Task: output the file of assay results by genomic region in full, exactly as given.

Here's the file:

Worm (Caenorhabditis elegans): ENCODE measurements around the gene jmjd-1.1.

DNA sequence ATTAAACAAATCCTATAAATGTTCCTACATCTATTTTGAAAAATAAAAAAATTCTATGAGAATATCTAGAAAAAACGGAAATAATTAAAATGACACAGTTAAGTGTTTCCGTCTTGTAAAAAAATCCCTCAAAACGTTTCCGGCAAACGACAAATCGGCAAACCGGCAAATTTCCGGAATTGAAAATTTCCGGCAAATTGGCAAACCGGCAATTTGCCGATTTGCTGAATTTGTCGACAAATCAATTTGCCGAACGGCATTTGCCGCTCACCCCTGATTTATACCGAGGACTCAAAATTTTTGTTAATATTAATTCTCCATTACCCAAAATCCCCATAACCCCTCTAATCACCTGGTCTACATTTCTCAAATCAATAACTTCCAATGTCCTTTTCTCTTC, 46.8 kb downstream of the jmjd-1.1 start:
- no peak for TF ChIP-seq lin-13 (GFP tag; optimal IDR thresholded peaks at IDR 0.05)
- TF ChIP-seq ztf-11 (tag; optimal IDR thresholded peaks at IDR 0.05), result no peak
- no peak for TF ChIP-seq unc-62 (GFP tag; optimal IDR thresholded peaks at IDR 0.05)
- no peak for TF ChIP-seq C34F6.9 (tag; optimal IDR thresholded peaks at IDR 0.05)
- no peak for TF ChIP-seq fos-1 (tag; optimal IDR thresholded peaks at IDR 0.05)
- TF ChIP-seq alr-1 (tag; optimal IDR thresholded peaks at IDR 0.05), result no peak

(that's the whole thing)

Worm (Caenorhabditis elegans): ENCODE measurements around the gene jmjd-1.1.

DNA sequence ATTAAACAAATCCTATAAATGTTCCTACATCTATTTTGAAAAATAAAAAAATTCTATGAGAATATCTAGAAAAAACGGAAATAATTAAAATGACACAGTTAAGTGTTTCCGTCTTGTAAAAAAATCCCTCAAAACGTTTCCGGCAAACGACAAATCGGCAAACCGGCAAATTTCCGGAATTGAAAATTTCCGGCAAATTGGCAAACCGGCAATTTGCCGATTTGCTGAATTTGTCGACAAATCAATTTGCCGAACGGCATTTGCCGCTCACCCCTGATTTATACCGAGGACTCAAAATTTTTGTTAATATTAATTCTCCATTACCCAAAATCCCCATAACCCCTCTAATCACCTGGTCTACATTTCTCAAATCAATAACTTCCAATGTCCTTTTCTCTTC, 46.8 kb downstream of the jmjd-1.1 start:
- no peak for TF ChIP-seq lin-13 (GFP tag; optimal IDR thresholded peaks at IDR 0.05)
- TF ChIP-seq ztf-11 (tag; optimal IDR thresholded peaks at IDR 0.05), result no peak
- no peak for TF ChIP-seq unc-62 (GFP tag; optimal IDR thresholded peaks at IDR 0.05)
- no peak for TF ChIP-seq C34F6.9 (tag; optimal IDR thresholded peaks at IDR 0.05)
- no peak for TF ChIP-seq fos-1 (tag; optimal IDR thresholded peaks at IDR 0.05)
- TF ChIP-seq alr-1 (tag; optimal IDR thresholded peaks at IDR 0.05), result no peak